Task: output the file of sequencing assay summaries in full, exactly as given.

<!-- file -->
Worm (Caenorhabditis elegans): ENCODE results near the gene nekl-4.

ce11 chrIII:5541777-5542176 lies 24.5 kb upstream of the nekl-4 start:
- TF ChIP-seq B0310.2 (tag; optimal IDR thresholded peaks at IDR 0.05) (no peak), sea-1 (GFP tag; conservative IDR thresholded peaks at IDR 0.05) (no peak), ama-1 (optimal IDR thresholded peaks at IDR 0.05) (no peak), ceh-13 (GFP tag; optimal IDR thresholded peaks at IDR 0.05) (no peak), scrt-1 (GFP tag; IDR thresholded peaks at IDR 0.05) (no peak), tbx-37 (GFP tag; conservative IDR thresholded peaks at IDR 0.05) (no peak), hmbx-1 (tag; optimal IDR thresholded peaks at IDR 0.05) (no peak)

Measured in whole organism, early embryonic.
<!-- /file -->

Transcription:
Worm (Caenorhabditis elegans): ENCODE results near the gene nekl-4.

ce11 chrIII:5541777-5542176 lies 24.5 kb upstream of the nekl-4 start:
- TF ChIP-seq B0310.2 (tag; optimal IDR thresholded peaks at IDR 0.05) (no peak), sea-1 (GFP tag; conservative IDR thresholded peaks at IDR 0.05) (no peak), ama-1 (optimal IDR thresholded peaks at IDR 0.05) (no peak), ceh-13 (GFP tag; optimal IDR thresholded peaks at IDR 0.05) (no peak), scrt-1 (GFP tag; IDR thresholded peaks at IDR 0.05) (no peak), tbx-37 (GFP tag; conservative IDR thresholded peaks at IDR 0.05) (no peak), hmbx-1 (tag; optimal IDR thresholded peaks at IDR 0.05) (no peak)

Measured in whole organism, early embryonic.